As I See it on the Land – July 2022

We became a victim of criminal damage.
Whilst driving along the canal towpath at Ruckinge on Monday 30th May, we noticed that there were some wheel marks in our first wheat field. I wondered what Mark had been doing with a tractor to make such a mess. I knew he was about to mow the headlands of all of the fields to reduce weed growth. Tuesday morning, I spoke to him on the phone and questioned him on what he had been doing to create such damage. He was about to ask me the same question.
This prompted him to go and investigate. The police had reported a mini digger stolen from Bilsington Priory over the night of Sunday 29th/ Monday30th. This theft created the damage. It had been taken along the towpath and dragged/taken through the wheat crop, around the bend in the boundary, then hidden behind a hedge out of sight of the canal and abandoned with its bucket dropped into the middle of a hedge. We assume it was left there to see if there was a tracker on it, whilst they waited until things quietened down, before collecting it to sell on. The blackthorn hedge was growing through a wire fence with barbed wire on top. The digger was well lodged. How the thieves were going to retrieve it I do not know.
Its discovery was reported to the police. Mark offered to retrieve it with his lifting machine which he fetched from Ivychurch. His vehicle has a longer reach and can lift more than my Matbro. Using strong straps he lifted the digger up out of the hedge, but it ruined the fence, which we had to cut. He carried the digger over the wheat crop along a tram line to avoid more loss of crop. The owners came with a trailer and in the presence of the police the digger was loaded onto it, although the trailer was not really wide enough. The wheels of the digger sat on the trailer sides. It was strapped down securely. The owners went off, very grateful to have had their £3.5K digger returned safely with only a little damage.
We went home for a late dinner. Whilst we were away the perpetrators returned, coming in from Hamstreet Canal Bridge. They were seen opening the gates by walkers who thought they looked like men up to mischief. The walkers gave a good description of the men, their clothing and the vehicle, along with the exact time they were seen. The vehicle travelled almost to Ruckinge before turning in the neighbour’s crop. They then drove up our field to check whether the digger was still there. They then drove out to Hamstreet driving through our linseed when nobody could see them. They drove through our wheat crop a few yards parallel to the towpath, knocking all the ears of wheat out. It was probably meant to be a warning to us not to interfere in their activities since they could do untold damage. The police said we know who that will be. No action. The vehicle would have been covered in ears of wheat and easily identified.
The owners got their digger back. We lost £400 worth of crops; plus the time we gave to recovery. The police said it would have costs hundreds to have had a recovery firm do what Mark did. We consulted our insurers, the NFU. Not covered for malicious damage, but tried under the heading ‘damaged produce’. The assessor came and said nothing could be established until harvest time and there was an excess of £250 on the policy. It looks as if we will stand the full cost of the theft.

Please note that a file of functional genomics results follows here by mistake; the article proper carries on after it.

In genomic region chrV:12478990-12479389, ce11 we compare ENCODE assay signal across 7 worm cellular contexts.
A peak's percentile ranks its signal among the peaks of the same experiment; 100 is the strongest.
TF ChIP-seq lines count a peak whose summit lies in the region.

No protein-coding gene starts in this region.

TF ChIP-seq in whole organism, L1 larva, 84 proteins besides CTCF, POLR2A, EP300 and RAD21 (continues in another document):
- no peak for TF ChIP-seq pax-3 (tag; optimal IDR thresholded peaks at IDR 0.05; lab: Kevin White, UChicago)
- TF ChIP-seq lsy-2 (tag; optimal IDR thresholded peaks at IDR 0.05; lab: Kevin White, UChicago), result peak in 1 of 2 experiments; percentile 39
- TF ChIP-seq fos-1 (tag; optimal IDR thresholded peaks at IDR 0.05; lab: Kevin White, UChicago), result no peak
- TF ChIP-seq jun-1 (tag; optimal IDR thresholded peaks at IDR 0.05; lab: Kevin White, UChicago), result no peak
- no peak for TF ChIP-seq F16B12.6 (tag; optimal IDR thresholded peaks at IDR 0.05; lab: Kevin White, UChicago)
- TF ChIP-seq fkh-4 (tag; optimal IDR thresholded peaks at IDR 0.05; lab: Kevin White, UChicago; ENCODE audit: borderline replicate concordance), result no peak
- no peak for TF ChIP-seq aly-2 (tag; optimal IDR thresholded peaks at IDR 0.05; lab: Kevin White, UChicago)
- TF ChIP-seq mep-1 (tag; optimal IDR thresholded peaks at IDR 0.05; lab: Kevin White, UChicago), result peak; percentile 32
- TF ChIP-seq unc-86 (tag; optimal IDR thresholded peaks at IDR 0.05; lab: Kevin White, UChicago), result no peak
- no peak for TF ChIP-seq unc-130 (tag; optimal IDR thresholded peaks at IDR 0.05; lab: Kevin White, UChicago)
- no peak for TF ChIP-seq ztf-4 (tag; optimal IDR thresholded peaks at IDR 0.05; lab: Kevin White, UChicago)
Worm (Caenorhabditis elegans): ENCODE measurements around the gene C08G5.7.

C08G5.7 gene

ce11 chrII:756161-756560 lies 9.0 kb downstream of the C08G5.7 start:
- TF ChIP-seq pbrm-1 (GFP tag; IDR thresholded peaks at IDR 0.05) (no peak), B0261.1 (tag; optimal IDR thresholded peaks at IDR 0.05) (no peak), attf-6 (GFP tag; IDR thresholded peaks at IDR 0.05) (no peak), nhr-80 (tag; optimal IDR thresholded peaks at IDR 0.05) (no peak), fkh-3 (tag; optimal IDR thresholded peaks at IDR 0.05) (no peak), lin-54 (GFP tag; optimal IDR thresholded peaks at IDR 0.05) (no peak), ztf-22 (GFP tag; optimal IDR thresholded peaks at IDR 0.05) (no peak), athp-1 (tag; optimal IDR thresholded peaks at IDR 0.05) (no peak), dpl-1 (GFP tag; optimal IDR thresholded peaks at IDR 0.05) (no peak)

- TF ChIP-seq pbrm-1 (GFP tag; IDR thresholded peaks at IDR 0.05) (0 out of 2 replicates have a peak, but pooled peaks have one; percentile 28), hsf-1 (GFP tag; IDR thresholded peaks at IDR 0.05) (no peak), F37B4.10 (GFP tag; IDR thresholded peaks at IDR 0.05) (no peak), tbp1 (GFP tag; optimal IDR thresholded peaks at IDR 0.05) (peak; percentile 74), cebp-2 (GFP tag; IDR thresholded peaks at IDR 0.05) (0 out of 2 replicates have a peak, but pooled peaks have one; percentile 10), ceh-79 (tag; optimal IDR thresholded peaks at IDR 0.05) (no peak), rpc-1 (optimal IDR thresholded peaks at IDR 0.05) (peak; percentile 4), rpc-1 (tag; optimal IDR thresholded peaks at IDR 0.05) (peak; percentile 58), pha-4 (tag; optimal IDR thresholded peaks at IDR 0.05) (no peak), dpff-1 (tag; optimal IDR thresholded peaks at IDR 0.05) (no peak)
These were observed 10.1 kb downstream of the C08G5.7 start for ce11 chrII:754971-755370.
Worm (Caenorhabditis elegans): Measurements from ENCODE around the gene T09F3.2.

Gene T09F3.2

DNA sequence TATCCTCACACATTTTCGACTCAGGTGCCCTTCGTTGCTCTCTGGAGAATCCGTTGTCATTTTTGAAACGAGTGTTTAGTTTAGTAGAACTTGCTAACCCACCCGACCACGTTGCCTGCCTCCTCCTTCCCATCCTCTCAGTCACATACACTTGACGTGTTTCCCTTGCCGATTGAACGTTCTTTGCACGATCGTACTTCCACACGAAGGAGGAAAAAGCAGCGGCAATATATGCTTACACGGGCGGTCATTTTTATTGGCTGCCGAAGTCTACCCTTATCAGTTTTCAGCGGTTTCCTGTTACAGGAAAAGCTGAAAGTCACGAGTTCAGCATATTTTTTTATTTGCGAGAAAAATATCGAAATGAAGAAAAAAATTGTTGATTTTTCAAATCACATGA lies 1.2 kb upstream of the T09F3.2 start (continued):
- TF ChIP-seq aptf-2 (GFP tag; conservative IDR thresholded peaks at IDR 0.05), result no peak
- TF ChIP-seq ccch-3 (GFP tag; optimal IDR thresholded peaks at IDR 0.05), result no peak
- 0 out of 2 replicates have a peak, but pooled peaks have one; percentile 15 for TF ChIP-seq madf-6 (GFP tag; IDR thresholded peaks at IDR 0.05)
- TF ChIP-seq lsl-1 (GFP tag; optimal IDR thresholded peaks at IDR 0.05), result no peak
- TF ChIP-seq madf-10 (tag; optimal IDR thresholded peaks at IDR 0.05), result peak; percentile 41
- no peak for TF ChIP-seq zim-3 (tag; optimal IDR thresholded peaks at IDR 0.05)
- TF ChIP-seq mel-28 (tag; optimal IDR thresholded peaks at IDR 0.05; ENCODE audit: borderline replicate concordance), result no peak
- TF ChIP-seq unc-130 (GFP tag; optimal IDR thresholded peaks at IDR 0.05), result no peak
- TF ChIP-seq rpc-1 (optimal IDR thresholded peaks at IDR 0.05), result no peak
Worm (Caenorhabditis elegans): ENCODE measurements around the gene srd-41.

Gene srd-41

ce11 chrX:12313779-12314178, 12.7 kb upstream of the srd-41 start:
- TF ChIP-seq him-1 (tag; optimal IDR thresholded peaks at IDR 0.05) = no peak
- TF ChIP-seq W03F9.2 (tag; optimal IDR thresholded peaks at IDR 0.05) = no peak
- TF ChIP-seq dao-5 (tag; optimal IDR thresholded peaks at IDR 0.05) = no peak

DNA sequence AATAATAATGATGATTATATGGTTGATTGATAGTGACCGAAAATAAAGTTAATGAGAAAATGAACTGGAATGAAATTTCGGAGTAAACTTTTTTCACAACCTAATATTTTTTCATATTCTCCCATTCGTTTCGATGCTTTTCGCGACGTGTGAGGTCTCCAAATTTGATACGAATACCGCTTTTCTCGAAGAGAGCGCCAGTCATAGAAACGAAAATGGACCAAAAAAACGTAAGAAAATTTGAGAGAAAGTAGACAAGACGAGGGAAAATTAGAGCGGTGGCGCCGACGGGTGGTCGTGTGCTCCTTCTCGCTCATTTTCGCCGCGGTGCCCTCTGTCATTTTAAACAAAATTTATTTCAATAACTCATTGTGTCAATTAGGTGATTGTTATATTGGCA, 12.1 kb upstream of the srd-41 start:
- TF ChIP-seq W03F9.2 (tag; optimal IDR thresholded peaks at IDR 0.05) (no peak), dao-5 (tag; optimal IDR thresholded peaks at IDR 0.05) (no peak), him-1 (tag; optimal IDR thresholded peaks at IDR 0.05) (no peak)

I travelled from Tenterden one afternoon and on reaching Woodchurch it started raining. By the time I came up Bluebell Hill the water was pouring down the road. Hamstreet was awash with water and it was pouring off the new building site at the railway bridge, full of soil. Approaching Ruckinge the road was only just damp and at the farm, dry. Recently, Hamstreet has been wet on several occasions but we have been dry on the marsh. The rain seems to sweep up through Bournewood and drops over the woods. I was astonished to see that the builders had removed the roadside hedge in May whilst birds were nesting. Farmers would have been penalised if they had dared to do so.
The linseed is still growing slowly. The early established plants are just starting to flower, and a daily blue petal is giving most of the fields a beautiful blue hue. I think Mark has some more fungicide to apply to the wheat crops before they are left to fill and ripen, ready for harvest.
This last week the Prime Minister has told farmers they must produce more. I do not know what he thinks we are all doing. At last, belatedly, the government have realised we produce food to fill the supermarket shelves which may not be quite so full of every product required in the future. They do not allow growers to employ foreign pickers, resulting in some fruit and veg being wasted.
The government is pulling back on rewilding the countryside and drastically reducing the £80 million allotted for the process.

The Queen’s Platinum Jubilee.

What a relief, and pleasure it was to see someone fresh and motivated to undertake a village event and carry it through to such a successful conclusion. Nearly two hundred people enjoyed the event prepared and run by Maria Callow and her band of helpers. Thank you all for your splendid work and to the Wildings for allowing the use of their field which made it all possible.